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Young Chekhov Trilogy

First Published 4 August 2016, Last Updated 4 August 2016

At face value, Anton Pavlovich Chekhov was, to put it one way, not a very happy man. So it’s a bold step when legendary Olivier, Tony and Academy Award-winning writer David Hare adapts three of the Russian playwright’s earliest texts – Platonov, Ivanov and The Seagull – and from them forms a trilogy rooted in poverty, debt and disillusionment, with the goal of showcasing the writer’s theatrical genesis.

But following acclaim at the Chichester Festival Theatre in 2015, this unique dramatic triptych transfers to the National Theatre, allowing audiences to witness all three of its outstanding plays, adapted and staged with an electrifying vivacity and stunning visuals, over the course of a single remarkable day.

What’s it all about?

Opening the trilogy is Platonov, Chekhov’s tale of a cavalier schoolmaster, described by his peers as “misogyny on wheels”, who seeks to avert the constrictions of middle age.

Chekhov’s first large-scale drama, Hare’s adaptation positions the play as the comical leg of the three pieces as the roguish Platonov finds himself the object of four women’s desires, juggling his attraction to each with a seemingly inevitable but oblivious desire to hit the self-destruct button at every turn. Fireworks fly – quite literally – as hilarious monologues, witty quips and frantic physical comedy mask a steelier criticism of the play’s setting.

The story of Ivanov is a contrastingly despondent exploration of a man trapped within the stale confines of his poverty, social status and marriage to a dying woman he no longer loves. Lacking hope, he fights to retain control of his own anguish and to hide his pain from the outside world but, in doing so, he succumbs to the temptations of an affair with shocking and deeply affecting consequences. You have been warned.

And, finally, to The Seagull, perhaps Chekhov’s best-known work, and hence brilliantly positioned as the final piece in demonstrating how far the playwright’s focus shifts from his early years.

At times comical, at others tragic, the evolution of art itself, driven by vivacious youth, comes under the scrutiny of older peers and is cruelly destroyed. The result is a compellingly timeless reflection of the relationships between the young and old and of respecting the past and the need to look forwards, as well as highlighting the role of artists and *cough* audiences.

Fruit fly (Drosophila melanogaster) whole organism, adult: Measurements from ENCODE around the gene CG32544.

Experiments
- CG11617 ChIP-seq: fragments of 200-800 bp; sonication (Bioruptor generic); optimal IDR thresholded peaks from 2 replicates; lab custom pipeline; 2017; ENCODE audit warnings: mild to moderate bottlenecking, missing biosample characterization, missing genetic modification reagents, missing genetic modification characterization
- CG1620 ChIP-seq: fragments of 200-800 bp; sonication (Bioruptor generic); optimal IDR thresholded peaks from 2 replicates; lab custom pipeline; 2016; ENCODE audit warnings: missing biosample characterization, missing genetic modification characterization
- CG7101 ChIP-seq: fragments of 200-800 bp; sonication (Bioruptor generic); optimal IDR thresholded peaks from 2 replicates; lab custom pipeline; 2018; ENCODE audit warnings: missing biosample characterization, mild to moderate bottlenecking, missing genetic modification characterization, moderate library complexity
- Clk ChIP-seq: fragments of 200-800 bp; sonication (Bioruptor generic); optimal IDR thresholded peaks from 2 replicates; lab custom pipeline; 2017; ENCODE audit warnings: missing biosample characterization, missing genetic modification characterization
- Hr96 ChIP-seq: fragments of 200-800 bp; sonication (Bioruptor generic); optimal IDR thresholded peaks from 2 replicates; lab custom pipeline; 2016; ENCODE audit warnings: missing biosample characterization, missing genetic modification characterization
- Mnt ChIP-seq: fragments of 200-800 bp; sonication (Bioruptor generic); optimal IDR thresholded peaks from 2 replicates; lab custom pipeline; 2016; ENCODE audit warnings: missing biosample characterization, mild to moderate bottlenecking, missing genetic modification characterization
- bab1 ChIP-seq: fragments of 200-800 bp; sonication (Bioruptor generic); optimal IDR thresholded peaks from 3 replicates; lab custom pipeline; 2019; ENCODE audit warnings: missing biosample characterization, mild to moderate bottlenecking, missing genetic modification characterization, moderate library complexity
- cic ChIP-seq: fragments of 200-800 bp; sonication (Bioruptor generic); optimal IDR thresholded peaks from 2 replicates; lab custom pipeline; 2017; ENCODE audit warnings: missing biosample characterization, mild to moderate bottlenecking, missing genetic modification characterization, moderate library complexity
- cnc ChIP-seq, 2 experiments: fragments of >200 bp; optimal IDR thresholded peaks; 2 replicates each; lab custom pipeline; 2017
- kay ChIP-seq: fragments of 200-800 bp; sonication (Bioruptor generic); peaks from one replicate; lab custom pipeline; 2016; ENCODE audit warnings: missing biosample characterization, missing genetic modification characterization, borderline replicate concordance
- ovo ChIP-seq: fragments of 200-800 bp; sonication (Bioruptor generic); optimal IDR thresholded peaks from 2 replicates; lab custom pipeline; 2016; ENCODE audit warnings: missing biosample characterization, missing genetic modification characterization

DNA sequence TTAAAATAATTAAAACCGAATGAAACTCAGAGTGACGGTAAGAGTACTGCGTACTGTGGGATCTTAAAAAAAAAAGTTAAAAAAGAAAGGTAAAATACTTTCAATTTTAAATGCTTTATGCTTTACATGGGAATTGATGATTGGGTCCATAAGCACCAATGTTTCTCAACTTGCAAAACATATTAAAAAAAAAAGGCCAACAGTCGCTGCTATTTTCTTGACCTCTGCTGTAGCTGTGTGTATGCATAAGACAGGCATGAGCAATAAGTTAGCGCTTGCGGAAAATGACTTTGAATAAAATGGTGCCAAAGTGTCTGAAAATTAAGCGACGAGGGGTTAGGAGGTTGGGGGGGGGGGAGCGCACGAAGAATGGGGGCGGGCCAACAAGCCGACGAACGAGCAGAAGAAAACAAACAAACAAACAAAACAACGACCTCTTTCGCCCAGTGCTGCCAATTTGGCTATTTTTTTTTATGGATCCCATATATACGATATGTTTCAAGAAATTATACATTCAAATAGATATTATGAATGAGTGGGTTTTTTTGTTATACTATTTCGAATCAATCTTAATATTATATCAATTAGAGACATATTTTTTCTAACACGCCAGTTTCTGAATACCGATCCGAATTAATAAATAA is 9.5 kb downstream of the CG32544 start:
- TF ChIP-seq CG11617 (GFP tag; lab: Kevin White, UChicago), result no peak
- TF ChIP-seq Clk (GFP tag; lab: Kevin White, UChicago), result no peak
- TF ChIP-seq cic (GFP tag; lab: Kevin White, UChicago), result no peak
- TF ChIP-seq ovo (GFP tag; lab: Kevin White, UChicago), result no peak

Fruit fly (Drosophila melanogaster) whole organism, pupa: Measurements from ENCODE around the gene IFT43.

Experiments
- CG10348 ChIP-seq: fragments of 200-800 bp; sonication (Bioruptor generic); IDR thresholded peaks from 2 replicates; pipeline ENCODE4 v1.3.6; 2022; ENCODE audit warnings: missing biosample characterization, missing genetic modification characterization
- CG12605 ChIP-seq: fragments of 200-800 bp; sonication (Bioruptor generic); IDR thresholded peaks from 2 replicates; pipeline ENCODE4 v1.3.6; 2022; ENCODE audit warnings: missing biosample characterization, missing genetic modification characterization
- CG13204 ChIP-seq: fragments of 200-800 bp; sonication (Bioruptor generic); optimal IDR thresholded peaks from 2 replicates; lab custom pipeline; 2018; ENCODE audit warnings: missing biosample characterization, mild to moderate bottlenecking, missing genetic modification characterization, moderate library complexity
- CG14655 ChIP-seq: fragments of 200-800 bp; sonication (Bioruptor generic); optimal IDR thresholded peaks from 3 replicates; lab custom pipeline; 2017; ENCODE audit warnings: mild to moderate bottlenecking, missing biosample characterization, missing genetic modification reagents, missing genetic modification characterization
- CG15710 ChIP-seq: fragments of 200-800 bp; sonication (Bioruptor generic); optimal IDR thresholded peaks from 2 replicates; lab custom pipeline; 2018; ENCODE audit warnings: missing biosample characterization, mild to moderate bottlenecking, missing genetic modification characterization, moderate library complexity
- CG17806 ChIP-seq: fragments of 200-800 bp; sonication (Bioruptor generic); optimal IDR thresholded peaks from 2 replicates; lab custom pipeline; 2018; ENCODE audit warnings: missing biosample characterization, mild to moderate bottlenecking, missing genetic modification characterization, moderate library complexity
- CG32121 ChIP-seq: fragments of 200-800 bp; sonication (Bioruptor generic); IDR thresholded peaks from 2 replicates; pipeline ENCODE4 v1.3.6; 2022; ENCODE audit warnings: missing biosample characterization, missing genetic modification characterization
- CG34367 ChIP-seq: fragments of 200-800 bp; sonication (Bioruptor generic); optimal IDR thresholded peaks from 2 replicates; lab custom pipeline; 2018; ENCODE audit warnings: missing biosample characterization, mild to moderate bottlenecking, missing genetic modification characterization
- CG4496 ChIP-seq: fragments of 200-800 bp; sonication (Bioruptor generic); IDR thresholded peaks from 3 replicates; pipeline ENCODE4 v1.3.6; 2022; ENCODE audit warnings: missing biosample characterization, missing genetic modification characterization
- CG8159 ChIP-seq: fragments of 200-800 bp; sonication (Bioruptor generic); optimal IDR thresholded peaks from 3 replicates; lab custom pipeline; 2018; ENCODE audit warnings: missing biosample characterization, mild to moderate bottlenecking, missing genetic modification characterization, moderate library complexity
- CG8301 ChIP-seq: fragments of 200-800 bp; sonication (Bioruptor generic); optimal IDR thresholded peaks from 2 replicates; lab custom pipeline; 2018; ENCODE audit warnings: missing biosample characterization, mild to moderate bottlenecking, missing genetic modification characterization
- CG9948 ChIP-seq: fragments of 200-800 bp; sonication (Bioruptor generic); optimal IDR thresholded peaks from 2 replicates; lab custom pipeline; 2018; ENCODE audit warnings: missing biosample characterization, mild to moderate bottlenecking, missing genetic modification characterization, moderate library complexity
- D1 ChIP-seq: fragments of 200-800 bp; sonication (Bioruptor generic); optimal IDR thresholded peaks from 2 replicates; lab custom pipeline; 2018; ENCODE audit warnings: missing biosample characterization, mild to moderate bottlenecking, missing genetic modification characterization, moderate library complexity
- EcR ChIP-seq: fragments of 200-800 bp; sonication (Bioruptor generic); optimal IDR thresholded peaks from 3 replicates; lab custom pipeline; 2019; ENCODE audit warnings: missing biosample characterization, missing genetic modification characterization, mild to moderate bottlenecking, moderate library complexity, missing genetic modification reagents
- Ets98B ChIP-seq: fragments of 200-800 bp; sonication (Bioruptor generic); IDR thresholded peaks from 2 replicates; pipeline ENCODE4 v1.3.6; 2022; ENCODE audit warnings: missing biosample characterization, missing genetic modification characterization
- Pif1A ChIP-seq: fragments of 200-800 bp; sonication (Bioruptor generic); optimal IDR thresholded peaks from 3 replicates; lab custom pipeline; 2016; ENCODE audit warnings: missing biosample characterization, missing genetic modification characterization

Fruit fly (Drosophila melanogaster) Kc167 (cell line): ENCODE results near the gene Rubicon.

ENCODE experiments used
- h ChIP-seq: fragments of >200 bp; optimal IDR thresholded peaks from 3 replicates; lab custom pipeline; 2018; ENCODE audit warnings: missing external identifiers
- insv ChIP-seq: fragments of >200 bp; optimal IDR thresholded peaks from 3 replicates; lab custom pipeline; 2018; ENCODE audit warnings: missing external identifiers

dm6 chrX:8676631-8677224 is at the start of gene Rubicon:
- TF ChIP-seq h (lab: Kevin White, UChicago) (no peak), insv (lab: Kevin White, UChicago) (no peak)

Who’s in it?

A multi-talented, multi-roling company fully deserving of the plaudits surely on their way.

James McArdle is magnetic as a wearied Platonov in a tour de force performance at the centre of an increasingly desperate love pentagon. Don Juan-esque, he struts around the stage, sharply cynical, silver tongued and phenomenally charismatic, in a leading portrayal to remember, with eyes drawn to his stage presence as strongly as the affections of the women around him.

McArdle goes on to shine as the ‘honest’ Yevgeni Lvov, polar opposite to Geoffrey Streatfeild’s self-loathing but tragically self-contained Ivanov. In a display of sheer agony, Steatfeild is superb in evoking sympathy for an often despicable man, exploding with pain in a way that stuns the audience into silence. He also later plays conflicted writer Trigorin in The Seagull with a brilliantly understated performance.

The superb Nina Sosanya portrays a powerful and pitiful Anna Petrovna in Platonov and Ivanov, while the Olivier Award-nominated Anna Chancellor is the star name of The Seagull, playing the dismissive and arrogant mother Arkadina, source of much of the show’s humour, against Joshua James’ Konstantin, a despairing figure in the middle of a moving, futile fight to find his artistic voice.

Mention should also go to the versatile Olivia Vinall, whose talent shines throughout the trilogy as love-struck young ladies Sofya, Sasha and Nina respectively.  

What should I look out for?

Keep an eye out for Tom Pye’s extraordinarily detailed, versatile and epic ‘small community’ set. The sheer variety of spectacular set pieces presented over the course of the day is worth the price of the tickets alone.

Oh, and in case you haven’t heard the phrase “Chekhov’s gun” before – well, he started early…

In a nutshell?

Superbly adapted, presented and portrayed, David Hare’s Young Chekhov Trilogy is an intense but extraordinary day out for the theatrical fan.

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Will I like it?

It’s quite clear that embarking on the epic journey of the Young Chekhov Trilogy requires a willingness to explore his voice. But while not exactly an easy watch, the three shows are played with such staggering dramatic brilliance that the experience can only be described as gratifyingly rewarding, particularly in the case of the stand-out production, Platonov.

An enrapturing and deeply affecting theatrical marathon lies in store for the attendees of a three-show Young Chekhov Trilogy day. The Trilogy is a triumph – just don’t forget your sandwiches.

The Young Chekhov Trilogy plays at the Olivier Theatre, National Theatre, until 8 October, with three-show days available on 13, 20, 24 August, 3, 17, 24 September and 8 October. Alternatively, you can buy tickets for Platonov through us here, Ivanov here, and The Seagull here.


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